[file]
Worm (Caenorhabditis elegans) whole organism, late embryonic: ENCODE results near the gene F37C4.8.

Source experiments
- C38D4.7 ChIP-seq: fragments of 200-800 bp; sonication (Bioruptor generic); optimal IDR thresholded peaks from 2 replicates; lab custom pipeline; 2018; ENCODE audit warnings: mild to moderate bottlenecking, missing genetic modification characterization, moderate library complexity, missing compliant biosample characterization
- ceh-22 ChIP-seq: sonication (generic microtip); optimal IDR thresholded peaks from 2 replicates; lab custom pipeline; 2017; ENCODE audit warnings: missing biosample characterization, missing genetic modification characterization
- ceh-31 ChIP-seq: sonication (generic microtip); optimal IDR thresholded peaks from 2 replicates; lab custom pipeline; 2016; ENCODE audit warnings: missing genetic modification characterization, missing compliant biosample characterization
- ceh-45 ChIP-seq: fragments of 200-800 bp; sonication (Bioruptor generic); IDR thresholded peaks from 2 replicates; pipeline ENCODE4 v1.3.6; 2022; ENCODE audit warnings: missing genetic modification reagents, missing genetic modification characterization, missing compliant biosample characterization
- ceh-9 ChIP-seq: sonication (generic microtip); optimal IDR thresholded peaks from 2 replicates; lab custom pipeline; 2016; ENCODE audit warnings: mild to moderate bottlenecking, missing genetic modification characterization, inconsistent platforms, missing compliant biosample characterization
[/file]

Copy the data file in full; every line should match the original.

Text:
Worm (Caenorhabditis elegans) whole organism, late embryonic: ENCODE results near the gene F37C4.8.

Source experiments
- C38D4.7 ChIP-seq: fragments of 200-800 bp; sonication (Bioruptor generic); optimal IDR thresholded peaks from 2 replicates; lab custom pipeline; 2018; ENCODE audit warnings: mild to moderate bottlenecking, missing genetic modification characterization, moderate library complexity, missing compliant biosample characterization
- ceh-22 ChIP-seq: sonication (generic microtip); optimal IDR thresholded peaks from 2 replicates; lab custom pipeline; 2017; ENCODE audit warnings: missing biosample characterization, missing genetic modification characterization
- ceh-31 ChIP-seq: sonication (generic microtip); optimal IDR thresholded peaks from 2 replicates; lab custom pipeline; 2016; ENCODE audit warnings: missing genetic modification characterization, missing compliant biosample characterization
- ceh-45 ChIP-seq: fragments of 200-800 bp; sonication (Bioruptor generic); IDR thresholded peaks from 2 replicates; pipeline ENCODE4 v1.3.6; 2022; ENCODE audit warnings: missing genetic modification reagents, missing genetic modification characterization, missing compliant biosample characterization
- ceh-9 ChIP-seq: sonication (generic microtip); optimal IDR thresholded peaks from 2 replicates; lab custom pipeline; 2016; ENCODE audit warnings: mild to moderate bottlenecking, missing genetic modification characterization, inconsistent platforms, missing compliant biosample characterization